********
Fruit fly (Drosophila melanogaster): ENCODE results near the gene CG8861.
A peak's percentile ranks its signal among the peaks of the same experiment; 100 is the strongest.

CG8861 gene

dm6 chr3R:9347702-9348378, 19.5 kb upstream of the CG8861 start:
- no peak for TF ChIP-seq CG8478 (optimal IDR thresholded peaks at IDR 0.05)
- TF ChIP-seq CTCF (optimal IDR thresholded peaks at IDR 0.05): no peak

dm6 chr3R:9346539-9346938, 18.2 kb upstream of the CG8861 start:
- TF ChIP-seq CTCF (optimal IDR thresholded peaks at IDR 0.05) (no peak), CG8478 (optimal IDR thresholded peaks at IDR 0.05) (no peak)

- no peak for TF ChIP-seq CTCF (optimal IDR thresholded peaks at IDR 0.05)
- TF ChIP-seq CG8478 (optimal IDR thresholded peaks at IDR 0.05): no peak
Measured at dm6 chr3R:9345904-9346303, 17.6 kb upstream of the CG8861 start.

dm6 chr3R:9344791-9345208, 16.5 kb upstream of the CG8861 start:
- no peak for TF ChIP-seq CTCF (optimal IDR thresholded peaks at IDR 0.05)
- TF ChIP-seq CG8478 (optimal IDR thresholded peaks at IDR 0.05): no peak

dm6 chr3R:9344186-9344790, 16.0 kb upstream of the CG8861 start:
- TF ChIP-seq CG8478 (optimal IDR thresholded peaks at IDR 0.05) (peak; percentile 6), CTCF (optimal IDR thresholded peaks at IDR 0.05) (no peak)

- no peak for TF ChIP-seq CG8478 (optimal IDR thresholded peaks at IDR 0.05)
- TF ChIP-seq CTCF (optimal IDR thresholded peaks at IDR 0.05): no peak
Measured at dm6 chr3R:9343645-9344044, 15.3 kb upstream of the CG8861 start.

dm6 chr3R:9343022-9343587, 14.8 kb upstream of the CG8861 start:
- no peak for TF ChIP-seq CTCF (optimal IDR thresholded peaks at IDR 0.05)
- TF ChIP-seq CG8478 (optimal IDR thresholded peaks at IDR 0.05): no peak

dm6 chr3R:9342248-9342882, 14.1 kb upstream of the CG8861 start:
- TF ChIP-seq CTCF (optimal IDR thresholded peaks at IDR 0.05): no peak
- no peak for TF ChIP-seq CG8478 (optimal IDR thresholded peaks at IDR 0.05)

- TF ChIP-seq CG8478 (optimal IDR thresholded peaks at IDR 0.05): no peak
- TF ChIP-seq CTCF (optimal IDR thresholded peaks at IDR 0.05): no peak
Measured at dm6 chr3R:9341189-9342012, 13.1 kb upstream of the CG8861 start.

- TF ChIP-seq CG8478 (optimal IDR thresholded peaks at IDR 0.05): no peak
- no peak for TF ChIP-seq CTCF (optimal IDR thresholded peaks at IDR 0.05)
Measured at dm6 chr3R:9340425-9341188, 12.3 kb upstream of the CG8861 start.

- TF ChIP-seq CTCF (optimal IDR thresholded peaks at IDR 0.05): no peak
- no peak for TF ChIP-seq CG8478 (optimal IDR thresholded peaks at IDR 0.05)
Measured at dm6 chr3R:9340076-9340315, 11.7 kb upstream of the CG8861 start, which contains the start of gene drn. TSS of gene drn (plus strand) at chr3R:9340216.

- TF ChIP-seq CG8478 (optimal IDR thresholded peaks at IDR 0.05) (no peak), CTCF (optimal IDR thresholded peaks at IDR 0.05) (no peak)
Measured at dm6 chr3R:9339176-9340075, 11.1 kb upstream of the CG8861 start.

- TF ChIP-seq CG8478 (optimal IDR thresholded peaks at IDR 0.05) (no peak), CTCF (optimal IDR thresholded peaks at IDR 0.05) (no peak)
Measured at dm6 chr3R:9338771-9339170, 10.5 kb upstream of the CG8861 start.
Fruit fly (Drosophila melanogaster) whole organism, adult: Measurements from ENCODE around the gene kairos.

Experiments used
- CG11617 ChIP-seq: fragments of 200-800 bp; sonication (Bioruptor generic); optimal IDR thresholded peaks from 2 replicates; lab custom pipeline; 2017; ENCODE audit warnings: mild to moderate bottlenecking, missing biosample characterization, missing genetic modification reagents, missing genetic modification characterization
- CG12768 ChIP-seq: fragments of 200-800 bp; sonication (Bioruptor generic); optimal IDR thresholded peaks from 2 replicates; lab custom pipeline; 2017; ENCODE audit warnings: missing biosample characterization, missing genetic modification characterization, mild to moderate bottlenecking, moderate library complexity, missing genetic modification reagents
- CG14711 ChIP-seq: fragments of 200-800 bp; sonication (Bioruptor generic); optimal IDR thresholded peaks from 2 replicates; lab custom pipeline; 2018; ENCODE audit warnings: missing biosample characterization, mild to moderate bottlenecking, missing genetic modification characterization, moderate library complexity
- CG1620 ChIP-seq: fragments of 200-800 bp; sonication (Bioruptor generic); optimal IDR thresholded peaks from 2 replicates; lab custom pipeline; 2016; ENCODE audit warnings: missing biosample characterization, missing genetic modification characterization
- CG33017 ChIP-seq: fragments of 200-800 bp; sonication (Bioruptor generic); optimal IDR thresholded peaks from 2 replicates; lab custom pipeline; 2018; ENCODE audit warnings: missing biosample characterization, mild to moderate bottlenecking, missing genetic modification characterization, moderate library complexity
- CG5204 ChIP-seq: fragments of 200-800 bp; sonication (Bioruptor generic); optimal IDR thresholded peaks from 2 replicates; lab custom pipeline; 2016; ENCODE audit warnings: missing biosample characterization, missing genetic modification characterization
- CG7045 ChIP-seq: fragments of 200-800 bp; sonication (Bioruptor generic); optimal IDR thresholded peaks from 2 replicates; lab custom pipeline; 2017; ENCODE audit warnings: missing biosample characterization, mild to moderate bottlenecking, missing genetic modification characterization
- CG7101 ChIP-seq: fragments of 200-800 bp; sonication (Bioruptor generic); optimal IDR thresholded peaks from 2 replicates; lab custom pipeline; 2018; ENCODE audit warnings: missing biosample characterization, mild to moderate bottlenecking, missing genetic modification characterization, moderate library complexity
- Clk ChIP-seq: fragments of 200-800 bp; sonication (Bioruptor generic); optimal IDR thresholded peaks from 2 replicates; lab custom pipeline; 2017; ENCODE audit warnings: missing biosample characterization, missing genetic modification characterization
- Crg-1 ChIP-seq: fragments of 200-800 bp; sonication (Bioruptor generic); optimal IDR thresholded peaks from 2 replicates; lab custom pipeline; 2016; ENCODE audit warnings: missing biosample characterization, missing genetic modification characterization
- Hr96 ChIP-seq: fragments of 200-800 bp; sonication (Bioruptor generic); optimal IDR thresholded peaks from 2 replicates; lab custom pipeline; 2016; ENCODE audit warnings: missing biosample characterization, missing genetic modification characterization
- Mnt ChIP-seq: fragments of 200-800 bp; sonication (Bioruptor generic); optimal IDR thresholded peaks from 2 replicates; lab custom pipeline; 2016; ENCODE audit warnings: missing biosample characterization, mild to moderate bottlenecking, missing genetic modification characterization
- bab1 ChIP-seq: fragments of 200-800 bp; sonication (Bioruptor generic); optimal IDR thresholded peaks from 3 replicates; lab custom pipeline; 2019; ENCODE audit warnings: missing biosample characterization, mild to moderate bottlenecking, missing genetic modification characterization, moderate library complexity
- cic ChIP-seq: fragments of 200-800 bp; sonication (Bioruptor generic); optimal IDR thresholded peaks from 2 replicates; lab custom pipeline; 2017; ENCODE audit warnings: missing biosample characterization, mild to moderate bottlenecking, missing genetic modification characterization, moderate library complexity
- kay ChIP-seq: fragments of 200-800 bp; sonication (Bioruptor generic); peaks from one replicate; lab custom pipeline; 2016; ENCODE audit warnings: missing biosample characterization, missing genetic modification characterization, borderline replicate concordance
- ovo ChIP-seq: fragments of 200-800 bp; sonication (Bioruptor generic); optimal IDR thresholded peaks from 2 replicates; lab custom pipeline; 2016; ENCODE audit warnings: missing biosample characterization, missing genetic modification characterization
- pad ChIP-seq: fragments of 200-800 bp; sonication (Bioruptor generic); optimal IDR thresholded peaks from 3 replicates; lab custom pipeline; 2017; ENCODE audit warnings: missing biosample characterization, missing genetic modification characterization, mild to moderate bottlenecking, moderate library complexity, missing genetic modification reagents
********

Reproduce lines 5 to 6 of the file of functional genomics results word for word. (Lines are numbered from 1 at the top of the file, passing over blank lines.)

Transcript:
- no peak for TF ChIP-seq CG8478 (optimal IDR thresholded peaks at IDR 0.05)
- TF ChIP-seq CTCF (optimal IDR thresholded peaks at IDR 0.05): no peak